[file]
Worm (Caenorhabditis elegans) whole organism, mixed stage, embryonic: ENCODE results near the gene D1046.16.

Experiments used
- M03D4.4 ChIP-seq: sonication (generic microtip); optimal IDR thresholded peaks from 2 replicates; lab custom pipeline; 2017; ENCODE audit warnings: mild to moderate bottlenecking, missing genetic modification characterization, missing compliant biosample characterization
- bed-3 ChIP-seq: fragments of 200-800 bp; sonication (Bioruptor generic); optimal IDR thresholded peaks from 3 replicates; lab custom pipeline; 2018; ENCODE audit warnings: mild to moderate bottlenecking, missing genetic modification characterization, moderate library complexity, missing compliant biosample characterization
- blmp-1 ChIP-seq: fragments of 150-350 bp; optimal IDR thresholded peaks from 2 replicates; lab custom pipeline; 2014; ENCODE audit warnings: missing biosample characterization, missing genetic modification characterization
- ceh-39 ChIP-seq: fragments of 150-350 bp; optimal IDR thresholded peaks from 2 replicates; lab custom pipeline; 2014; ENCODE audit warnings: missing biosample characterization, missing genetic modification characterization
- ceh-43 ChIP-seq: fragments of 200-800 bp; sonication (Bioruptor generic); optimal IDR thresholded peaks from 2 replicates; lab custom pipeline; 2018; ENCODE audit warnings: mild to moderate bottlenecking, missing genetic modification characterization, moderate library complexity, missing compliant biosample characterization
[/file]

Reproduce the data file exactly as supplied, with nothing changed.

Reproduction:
Worm (Caenorhabditis elegans) whole organism, mixed stage, embryonic: ENCODE results near the gene D1046.16.

Experiments used
- M03D4.4 ChIP-seq: sonication (generic microtip); optimal IDR thresholded peaks from 2 replicates; lab custom pipeline; 2017; ENCODE audit warnings: mild to moderate bottlenecking, missing genetic modification characterization, missing compliant biosample characterization
- bed-3 ChIP-seq: fragments of 200-800 bp; sonication (Bioruptor generic); optimal IDR thresholded peaks from 3 replicates; lab custom pipeline; 2018; ENCODE audit warnings: mild to moderate bottlenecking, missing genetic modification characterization, moderate library complexity, missing compliant biosample characterization
- blmp-1 ChIP-seq: fragments of 150-350 bp; optimal IDR thresholded peaks from 2 replicates; lab custom pipeline; 2014; ENCODE audit warnings: missing biosample characterization, missing genetic modification characterization
- ceh-39 ChIP-seq: fragments of 150-350 bp; optimal IDR thresholded peaks from 2 replicates; lab custom pipeline; 2014; ENCODE audit warnings: missing biosample characterization, missing genetic modification characterization
- ceh-43 ChIP-seq: fragments of 200-800 bp; sonication (Bioruptor generic); optimal IDR thresholded peaks from 2 replicates; lab custom pipeline; 2018; ENCODE audit warnings: mild to moderate bottlenecking, missing genetic modification characterization, moderate library complexity, missing compliant biosample characterization